Over 3000 years ago the Lapita people, believed to be the ancestors of the Micronesian, Melanesian and Polynesian people, colonised the Pacific. It was these competent seafarers from either Taiwan or the Philippines, who spread kava throughout the Pacific. They used kava ‘as a sedative, muscle relaxant, diuretic, and as a remedy for nervousness and insomnia’. Historians suggest that although the Lapita people used kava medicinally, the development of kava as a culturally significant plant did not extend from the Lapita culture and that it was more likely that the people of the eastern Lapita influence in the Pacific established Kava in their rituals and traditions. People from places such as; Fiji, Samoa, Tonga, and Vanuatu. These people of the Pacific continued to use kava as a remedial plant and firmly embedded it in their cultures. It is believed that kava originated in either Papua New Guinea or Vanuatu. Some historians suggest that the latter is more likely as they compare the wide use of betel nut in Papua New Guinea to the use of kava in Vanuatu and theorise that if kava originated in Papua New Guinea, that surely the use of kava would be more prevalent in their culture.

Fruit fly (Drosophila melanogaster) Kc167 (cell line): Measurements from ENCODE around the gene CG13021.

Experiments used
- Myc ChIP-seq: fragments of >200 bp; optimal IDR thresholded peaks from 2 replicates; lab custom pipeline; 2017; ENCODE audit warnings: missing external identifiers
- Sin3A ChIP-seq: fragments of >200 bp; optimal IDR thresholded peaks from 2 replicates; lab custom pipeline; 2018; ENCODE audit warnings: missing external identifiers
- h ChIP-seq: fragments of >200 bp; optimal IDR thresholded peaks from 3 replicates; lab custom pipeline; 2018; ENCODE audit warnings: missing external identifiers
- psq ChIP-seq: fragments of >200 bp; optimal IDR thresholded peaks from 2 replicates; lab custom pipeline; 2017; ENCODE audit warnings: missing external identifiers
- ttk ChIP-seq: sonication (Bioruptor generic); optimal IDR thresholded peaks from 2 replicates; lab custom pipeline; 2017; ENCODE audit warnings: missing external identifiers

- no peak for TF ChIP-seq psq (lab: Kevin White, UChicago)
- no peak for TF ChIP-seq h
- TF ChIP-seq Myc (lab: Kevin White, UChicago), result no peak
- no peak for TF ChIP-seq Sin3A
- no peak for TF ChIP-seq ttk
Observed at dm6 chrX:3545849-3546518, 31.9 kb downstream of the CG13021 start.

Types of Kava
There are two types of kava grown in Vanuatu, piper methysticum (noble and tudei kava) and piper wichmannii (ancestor of all kava). Noble kava takes 5 years to mature and the composition of the kavalactones – the active ingredients - are more favourable than that of the tudei kava, which can produce a kava hangover. There are some concerns that tudei varieties of kava may contain high concentrations of harmful compounds known as flavokavains which are not present in concerning amounts in noble kava. Tudei kava is quicker to grow, with plants reaching maturity within a year. This has been enticing for some farmers as ‘in recent years there have been reports of farmers attempting to grow "isa" or "palisi" [ignoble] cultivars in Hawaii, and of imports of dried “tudei” kava into Fiji for further re-exporting’. The exportation of kava in Vanuatu is highly regulated with legislation deeming high quality noble kava as the only kava allowed to be exported.
The name kava is derived from words throughout the Pacific which mean bitter, sour, potent and acrid. With that in mind, the flavour, somewhat earthy and peppery, may not be to everyone’s liking and may be an acquired taste. It is also advised to consume kava on an empty stomach as it may bring on nausea on a full stomach. You should never combine kava with alcohol.
When the kava hits your lips, you may feel a tingly numbing sensation - this is normal. That is then followed by a general sense of well-being and calm, which is why some people find it beneficial for treating anxiety. Leaving a good 15 minutes between serves (250 ml) will allow you to judge the effects of the drink - the effects will sneak up on you. Sensible amounts of kava are considered safe. People under the influence of this sedative drink will become sensitive to light so stay away from bright lights. Driving after drinking kava is not advised.
It is possible that kava will react to some medications, so you should seek medical advice before consuming kava if taking medication. In addition, extended and habitual consumption of kava, especially ignoble varieties, may lead to health issues.